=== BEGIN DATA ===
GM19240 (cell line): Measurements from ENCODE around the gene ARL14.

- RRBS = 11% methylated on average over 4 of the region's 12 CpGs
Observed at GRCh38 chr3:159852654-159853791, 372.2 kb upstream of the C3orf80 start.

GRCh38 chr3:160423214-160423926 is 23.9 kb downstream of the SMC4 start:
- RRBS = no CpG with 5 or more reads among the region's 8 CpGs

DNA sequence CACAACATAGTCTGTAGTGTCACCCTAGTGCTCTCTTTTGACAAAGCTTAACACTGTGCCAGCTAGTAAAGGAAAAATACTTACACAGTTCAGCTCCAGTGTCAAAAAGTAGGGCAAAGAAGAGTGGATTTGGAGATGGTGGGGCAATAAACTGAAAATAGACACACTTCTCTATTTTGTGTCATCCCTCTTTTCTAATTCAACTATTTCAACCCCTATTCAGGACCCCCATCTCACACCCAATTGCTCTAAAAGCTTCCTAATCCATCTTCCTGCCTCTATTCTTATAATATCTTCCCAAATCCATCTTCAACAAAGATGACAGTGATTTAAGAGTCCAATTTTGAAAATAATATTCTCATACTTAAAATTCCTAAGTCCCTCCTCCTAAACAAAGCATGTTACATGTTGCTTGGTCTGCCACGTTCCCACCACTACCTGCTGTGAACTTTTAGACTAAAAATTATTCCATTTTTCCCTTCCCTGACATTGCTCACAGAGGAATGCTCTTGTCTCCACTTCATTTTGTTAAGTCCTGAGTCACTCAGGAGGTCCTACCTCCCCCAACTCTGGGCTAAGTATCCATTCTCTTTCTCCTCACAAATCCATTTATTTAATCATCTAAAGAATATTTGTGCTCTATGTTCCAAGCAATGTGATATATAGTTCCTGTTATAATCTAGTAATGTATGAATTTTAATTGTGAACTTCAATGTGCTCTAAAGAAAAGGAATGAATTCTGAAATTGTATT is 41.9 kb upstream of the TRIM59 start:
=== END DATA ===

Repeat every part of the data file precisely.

GM19240 (cell line): Measurements from ENCODE around the gene ARL14.

- RRBS = 11% methylated on average over 4 of the region's 12 CpGs
Observed at GRCh38 chr3:159852654-159853791, 372.2 kb upstream of the C3orf80 start.

GRCh38 chr3:160423214-160423926 is 23.9 kb downstream of the SMC4 start:
- RRBS = no CpG with 5 or more reads among the region's 8 CpGs

DNA sequence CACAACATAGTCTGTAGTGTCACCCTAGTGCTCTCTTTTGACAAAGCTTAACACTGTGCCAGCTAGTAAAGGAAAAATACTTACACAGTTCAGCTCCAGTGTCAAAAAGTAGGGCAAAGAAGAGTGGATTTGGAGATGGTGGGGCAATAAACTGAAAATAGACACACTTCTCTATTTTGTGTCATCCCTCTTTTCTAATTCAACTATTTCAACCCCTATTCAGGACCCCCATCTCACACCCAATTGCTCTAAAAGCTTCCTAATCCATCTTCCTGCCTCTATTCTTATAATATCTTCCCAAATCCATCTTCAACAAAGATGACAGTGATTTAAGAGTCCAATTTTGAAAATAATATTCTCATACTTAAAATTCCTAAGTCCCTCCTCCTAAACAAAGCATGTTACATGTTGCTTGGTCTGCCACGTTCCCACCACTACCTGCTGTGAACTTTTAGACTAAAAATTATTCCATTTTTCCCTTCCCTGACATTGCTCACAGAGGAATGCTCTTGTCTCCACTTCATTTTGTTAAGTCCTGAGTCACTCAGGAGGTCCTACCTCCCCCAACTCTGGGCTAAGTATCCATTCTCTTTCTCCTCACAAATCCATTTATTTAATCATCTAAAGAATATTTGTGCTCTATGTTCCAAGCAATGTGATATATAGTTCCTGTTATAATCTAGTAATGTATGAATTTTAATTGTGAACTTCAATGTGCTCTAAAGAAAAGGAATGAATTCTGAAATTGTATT is 41.9 kb upstream of the TRIM59 start: